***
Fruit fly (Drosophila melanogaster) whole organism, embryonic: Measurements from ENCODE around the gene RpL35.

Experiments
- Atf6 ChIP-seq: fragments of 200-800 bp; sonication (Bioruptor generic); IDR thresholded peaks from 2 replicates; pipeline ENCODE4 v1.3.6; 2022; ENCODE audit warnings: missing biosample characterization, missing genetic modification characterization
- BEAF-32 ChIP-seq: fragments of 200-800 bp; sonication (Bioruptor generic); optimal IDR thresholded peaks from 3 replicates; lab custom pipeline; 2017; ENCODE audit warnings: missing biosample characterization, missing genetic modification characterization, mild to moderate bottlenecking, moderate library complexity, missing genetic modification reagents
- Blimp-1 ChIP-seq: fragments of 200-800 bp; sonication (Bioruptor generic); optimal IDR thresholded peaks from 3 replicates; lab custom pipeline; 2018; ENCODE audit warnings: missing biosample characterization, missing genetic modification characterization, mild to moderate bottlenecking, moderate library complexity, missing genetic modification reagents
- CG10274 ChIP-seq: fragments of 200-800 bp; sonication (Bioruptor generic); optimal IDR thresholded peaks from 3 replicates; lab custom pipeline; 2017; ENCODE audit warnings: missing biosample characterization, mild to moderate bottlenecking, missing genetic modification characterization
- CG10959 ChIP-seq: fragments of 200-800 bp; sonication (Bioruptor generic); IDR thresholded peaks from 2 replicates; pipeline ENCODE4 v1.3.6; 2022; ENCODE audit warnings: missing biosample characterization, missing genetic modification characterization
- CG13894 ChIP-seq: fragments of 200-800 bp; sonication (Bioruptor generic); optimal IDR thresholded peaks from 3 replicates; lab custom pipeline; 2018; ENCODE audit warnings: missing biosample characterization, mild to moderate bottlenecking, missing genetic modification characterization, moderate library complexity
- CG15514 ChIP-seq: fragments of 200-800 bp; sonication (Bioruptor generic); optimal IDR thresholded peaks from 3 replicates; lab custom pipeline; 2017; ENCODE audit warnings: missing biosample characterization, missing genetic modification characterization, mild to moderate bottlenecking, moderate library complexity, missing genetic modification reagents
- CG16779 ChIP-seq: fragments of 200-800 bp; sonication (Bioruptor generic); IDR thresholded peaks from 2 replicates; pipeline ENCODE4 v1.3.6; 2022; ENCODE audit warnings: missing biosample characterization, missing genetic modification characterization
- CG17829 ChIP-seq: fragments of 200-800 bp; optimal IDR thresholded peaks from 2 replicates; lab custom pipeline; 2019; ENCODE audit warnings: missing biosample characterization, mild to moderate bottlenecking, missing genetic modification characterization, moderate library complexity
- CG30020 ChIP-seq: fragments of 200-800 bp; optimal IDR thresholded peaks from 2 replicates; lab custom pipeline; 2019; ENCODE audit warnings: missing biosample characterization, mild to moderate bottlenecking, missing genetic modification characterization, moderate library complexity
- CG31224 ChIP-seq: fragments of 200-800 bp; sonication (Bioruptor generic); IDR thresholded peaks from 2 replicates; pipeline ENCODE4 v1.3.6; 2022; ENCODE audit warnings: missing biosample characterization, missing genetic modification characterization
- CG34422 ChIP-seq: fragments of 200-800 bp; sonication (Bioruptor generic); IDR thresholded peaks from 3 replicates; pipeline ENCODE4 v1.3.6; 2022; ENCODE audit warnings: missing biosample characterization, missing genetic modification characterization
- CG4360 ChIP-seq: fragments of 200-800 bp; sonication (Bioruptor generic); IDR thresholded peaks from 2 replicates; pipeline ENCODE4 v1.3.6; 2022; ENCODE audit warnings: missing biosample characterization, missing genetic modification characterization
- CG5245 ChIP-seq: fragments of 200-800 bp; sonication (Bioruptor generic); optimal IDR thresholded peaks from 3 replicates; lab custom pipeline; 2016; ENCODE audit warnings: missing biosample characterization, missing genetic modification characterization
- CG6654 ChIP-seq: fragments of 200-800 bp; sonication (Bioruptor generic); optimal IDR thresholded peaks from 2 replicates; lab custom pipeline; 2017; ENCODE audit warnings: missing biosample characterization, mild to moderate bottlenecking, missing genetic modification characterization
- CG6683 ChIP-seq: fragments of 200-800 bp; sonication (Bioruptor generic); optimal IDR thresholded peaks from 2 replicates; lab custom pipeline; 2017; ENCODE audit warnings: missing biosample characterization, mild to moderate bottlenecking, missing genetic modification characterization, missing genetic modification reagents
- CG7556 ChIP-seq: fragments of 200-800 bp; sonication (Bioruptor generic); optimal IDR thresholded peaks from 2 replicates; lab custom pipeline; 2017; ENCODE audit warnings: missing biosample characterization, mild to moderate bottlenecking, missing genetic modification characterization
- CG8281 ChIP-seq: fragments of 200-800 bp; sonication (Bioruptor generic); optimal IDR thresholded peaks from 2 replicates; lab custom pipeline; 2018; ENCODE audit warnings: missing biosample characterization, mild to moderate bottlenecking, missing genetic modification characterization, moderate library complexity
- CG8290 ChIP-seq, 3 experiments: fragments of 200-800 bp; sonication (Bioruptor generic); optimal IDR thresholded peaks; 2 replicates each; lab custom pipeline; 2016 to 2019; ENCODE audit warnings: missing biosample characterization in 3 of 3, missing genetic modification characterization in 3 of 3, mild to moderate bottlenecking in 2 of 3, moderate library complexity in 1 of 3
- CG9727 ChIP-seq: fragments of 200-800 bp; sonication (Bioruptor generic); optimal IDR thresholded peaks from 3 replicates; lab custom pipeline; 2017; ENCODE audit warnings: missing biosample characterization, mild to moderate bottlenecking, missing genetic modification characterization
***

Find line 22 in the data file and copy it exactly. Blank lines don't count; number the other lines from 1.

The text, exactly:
- CG9727 ChIP-seq: fragments of 200-800 bp; sonication (Bioruptor generic); optimal IDR thresholded peaks from 3 replicates; lab custom pipeline; 2017; ENCODE audit warnings: missing biosample characterization, mild to moderate bottlenecking, missing genetic modification characterization